- La Casa del Labrador is temporarily closed
Where is the Royal Palace of Aranjuez?
The Royal Palace of Aranjuez is found along the Tagus River in the centre of Aranjuez, about 55 km south of Madrid.
It’s located at Pl. de Parejas, s/n, 28300 Aranjuez, Madrid, Spain. You can find it on a map here.
How do you get to Royal Palace of Aranjuez?
To get to Aranjuez from Madrid, catch the C-3 train from Atocha. From Aranjuez station, it’s a 20-minute walk to the palace.
By car, it will take just under an hour to drive from Madrid to Aranjuez. There’s an underground parking lot in front of the palace entrance.
When is Royal Palace of Aranjuez open?
The Royal Palace of Aranjuez is open throughout the year during the following times:
Tuesday – Sunday: 10:00 – 19:00 (access until 18:00)
The palace is closed on Mondays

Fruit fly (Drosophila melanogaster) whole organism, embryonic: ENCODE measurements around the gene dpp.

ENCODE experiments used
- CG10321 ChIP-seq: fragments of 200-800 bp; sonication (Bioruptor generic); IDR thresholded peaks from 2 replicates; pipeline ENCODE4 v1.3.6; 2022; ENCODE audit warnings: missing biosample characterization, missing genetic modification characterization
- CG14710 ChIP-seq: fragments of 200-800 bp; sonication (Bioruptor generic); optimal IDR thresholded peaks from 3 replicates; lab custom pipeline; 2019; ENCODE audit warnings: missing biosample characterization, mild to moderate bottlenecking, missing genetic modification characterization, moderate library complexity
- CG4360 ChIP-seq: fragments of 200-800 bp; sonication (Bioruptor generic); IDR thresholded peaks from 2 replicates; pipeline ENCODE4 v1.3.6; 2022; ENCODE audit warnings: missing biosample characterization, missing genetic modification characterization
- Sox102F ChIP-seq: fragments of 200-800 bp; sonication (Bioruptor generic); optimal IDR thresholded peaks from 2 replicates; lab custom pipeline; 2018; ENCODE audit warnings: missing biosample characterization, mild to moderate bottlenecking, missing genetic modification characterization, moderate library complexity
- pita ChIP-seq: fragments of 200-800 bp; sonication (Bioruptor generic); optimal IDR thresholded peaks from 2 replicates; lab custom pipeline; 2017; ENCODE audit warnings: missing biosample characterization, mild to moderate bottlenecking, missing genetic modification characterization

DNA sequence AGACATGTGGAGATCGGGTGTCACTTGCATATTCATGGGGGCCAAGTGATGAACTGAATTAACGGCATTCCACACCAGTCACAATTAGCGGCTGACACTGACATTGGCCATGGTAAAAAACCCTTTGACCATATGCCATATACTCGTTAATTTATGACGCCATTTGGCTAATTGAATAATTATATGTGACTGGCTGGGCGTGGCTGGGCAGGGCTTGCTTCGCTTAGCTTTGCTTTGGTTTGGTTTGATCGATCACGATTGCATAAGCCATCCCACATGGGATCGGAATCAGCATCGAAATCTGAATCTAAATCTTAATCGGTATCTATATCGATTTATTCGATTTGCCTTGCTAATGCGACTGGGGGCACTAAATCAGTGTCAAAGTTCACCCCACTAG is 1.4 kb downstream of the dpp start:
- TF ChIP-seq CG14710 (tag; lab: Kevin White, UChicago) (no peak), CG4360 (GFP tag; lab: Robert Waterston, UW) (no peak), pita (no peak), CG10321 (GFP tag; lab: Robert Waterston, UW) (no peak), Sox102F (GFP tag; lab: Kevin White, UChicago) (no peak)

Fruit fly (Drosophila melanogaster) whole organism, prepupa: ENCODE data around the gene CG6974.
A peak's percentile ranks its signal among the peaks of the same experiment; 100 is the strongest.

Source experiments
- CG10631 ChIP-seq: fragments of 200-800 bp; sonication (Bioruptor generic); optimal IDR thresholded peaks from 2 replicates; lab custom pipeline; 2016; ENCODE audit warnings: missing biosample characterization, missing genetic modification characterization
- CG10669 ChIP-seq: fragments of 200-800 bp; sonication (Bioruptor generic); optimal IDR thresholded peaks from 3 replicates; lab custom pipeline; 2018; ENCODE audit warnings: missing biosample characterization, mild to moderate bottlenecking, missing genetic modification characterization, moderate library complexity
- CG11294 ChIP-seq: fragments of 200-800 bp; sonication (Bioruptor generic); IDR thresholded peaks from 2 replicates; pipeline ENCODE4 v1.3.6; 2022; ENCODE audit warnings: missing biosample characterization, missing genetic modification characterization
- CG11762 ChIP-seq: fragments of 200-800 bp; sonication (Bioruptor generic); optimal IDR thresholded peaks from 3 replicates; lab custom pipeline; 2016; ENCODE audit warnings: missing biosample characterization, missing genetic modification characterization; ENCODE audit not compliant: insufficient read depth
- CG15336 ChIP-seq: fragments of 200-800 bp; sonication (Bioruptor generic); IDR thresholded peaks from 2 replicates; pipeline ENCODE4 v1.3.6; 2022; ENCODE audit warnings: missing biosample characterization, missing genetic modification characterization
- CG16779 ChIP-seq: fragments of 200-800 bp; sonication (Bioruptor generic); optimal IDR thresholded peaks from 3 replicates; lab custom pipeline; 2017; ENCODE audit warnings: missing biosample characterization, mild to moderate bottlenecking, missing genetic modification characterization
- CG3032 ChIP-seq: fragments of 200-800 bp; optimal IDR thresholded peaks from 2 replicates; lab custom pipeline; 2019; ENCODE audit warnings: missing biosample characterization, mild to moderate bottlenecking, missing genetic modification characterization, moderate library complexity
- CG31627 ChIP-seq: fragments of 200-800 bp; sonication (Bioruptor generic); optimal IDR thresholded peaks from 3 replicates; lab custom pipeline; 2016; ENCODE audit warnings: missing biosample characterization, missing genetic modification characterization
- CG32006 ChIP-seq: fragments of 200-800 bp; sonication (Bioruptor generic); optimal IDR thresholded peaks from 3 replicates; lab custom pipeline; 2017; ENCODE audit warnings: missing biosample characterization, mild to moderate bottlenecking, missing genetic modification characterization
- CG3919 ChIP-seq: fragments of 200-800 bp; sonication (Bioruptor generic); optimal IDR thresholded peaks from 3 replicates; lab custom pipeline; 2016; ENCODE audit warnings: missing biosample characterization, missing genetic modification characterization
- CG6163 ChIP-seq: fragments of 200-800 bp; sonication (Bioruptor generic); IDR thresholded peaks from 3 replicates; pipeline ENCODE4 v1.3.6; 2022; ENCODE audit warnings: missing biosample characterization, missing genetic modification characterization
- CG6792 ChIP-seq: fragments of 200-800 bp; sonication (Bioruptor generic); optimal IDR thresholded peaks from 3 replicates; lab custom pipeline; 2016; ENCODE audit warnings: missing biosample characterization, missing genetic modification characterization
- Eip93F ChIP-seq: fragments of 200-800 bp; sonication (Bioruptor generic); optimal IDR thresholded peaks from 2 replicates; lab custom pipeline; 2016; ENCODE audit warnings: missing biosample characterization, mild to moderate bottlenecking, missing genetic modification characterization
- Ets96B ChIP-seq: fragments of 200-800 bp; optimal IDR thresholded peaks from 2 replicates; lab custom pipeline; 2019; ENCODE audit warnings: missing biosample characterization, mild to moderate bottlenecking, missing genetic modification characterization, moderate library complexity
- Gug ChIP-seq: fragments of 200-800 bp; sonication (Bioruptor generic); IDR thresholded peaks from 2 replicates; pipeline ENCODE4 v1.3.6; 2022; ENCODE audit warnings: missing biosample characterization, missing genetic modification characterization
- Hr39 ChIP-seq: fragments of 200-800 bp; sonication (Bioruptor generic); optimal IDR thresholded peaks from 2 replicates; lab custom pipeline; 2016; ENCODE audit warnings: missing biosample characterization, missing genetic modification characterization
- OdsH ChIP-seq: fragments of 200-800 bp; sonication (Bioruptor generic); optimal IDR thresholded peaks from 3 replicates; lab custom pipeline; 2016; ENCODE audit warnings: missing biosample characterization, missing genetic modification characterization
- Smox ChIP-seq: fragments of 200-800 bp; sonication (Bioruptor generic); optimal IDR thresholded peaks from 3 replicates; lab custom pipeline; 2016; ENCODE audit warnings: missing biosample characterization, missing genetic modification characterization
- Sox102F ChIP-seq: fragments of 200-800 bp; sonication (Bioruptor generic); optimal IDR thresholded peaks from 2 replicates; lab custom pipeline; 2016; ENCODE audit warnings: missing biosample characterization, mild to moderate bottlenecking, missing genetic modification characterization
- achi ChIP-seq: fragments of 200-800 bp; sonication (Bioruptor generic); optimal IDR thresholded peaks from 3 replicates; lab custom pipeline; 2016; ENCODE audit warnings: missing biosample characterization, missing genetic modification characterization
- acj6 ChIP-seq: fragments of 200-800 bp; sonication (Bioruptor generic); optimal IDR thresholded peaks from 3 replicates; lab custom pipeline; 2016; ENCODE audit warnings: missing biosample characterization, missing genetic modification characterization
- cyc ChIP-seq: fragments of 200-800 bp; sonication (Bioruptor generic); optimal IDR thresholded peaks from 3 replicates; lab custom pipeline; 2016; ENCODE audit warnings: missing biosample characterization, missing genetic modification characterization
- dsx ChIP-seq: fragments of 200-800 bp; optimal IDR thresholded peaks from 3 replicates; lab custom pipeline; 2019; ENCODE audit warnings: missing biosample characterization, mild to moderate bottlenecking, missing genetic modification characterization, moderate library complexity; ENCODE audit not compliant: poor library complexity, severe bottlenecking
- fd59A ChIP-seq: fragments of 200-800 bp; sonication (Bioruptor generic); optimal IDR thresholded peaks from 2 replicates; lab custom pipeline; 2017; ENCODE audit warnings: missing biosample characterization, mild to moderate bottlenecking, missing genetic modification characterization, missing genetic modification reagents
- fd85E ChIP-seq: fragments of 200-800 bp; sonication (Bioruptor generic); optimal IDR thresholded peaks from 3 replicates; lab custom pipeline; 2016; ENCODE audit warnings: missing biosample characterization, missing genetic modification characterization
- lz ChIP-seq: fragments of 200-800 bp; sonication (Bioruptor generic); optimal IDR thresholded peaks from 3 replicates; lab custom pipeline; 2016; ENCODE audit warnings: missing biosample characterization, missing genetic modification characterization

What is the Royal Palace of Aranjuez entrance fee?
Entrance to the Royal Palace of Aranjuez costs:
€9 for a standard ticket and €4 for a concession. Children under 5 are free,
On Wednesday and Sunday, there is free entry from 15:00 until 19:00 for EU and Latin-American citizens.
There’s free entry to the Island Garden and the Prince’s Garden.
Are there tours to Royal Palace of Aranjuez?
For more information, see the official website of The Royal Palace of Aranjuez.
The city itself has quite a few things to see, because this is a community that formed to support the Royal Court and the other workings of the palace.
I recommend seeing the royal church, heritage hospital, and bullring, which all show the opulence of a community that grew to serve the Spanish kings and queens.
THE BEST ACCOMMODATION IN ARANJUEZ
Although it’s not far from Madrid, staying in Aranjuez will give you time to explore the city beyond the palace.
There aren’t any hostels in Aranjuez, but Hostal Castilla is one of the cheapest options in town.
You’ll get good value at Hotel Jardín de Aranjuez, with large rooms in a central location.
There’s a beautiful touch of Spanish architecture at El Cocheron 1919, with its design blending rustic and modern elements.
Not only is NH Collection Palacio de Aranjuez the nicest in town, it’s got a great view of the palace!